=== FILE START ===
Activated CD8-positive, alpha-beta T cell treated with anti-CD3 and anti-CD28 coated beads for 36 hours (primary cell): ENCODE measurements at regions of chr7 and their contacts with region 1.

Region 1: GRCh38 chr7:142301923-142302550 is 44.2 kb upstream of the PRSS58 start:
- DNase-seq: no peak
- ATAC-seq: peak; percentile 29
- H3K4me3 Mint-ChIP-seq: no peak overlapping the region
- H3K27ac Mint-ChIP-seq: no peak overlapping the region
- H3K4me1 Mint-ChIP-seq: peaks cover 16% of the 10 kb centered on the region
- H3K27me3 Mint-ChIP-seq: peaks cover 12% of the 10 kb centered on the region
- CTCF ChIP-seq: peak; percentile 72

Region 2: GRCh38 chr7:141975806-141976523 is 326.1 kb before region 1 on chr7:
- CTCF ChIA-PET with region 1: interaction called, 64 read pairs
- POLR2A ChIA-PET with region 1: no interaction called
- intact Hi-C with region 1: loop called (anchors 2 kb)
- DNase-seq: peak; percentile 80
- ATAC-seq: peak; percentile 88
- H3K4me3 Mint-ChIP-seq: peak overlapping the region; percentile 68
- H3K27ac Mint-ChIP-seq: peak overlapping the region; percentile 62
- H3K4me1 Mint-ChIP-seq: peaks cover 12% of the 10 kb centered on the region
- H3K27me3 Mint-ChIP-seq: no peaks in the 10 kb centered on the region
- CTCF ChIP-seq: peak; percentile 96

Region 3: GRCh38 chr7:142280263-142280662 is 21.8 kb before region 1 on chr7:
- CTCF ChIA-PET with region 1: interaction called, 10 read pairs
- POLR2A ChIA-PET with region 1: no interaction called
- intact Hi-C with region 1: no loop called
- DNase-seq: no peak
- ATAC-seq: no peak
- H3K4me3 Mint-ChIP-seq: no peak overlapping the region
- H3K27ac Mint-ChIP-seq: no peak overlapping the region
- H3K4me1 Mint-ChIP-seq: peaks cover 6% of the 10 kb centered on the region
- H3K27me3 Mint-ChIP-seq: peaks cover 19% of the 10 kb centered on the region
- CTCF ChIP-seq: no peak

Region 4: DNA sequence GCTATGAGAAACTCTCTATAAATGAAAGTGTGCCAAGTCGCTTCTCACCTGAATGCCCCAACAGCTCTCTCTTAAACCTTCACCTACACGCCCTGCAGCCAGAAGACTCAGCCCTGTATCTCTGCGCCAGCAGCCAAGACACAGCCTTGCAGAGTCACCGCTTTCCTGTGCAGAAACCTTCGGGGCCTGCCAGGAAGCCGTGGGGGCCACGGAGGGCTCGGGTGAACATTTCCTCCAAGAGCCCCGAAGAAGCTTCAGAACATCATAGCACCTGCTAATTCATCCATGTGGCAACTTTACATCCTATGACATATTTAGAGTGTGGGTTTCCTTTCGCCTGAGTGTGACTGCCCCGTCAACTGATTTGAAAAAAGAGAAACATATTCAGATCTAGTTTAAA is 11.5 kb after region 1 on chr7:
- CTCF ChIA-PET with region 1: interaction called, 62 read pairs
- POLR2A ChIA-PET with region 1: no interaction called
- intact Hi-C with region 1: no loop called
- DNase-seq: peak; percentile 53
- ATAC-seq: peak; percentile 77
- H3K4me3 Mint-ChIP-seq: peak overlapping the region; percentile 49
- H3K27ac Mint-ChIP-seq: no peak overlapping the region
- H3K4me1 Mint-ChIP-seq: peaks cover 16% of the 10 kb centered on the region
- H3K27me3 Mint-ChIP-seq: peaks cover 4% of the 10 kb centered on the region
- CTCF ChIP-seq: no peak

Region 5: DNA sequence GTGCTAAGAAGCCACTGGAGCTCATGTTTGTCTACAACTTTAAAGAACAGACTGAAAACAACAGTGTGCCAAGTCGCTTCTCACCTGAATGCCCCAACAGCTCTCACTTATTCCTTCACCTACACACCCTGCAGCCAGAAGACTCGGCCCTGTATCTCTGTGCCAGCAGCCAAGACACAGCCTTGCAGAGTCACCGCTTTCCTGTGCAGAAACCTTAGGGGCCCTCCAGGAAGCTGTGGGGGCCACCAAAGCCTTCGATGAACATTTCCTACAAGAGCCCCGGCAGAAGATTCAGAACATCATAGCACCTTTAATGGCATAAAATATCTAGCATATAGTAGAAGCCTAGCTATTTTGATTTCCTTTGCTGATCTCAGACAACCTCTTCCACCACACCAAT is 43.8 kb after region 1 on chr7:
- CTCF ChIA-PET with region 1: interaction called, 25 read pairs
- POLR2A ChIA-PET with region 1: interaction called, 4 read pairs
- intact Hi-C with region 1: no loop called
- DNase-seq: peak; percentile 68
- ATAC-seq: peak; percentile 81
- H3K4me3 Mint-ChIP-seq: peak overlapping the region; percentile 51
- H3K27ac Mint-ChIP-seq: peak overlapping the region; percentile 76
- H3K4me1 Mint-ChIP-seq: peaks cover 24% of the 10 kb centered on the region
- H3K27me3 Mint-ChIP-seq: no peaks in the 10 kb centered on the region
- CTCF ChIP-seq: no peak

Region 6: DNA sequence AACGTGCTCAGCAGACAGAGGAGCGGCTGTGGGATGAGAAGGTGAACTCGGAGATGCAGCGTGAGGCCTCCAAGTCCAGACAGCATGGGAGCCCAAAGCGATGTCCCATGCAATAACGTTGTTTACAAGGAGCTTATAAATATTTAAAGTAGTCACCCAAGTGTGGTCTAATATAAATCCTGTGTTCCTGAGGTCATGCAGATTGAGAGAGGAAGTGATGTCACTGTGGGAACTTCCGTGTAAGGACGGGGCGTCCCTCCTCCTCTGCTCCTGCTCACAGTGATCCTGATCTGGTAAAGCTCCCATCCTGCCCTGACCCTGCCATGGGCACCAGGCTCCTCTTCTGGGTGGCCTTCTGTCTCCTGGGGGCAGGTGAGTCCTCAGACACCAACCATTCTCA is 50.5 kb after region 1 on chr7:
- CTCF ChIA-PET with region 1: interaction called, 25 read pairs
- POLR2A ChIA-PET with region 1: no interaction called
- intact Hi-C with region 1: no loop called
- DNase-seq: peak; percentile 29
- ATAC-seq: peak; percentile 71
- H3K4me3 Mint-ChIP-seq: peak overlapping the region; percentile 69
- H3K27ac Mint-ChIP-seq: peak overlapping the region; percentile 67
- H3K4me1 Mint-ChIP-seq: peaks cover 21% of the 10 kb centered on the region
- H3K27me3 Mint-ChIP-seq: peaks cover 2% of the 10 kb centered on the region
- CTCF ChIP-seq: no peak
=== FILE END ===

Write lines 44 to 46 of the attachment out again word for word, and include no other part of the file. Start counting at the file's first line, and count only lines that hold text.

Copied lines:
- CTCF ChIA-PET with region 1: interaction called, 25 read pairs
- POLR2A ChIA-PET with region 1: interaction called, 4 read pairs
- intact Hi-C with region 1: no loop called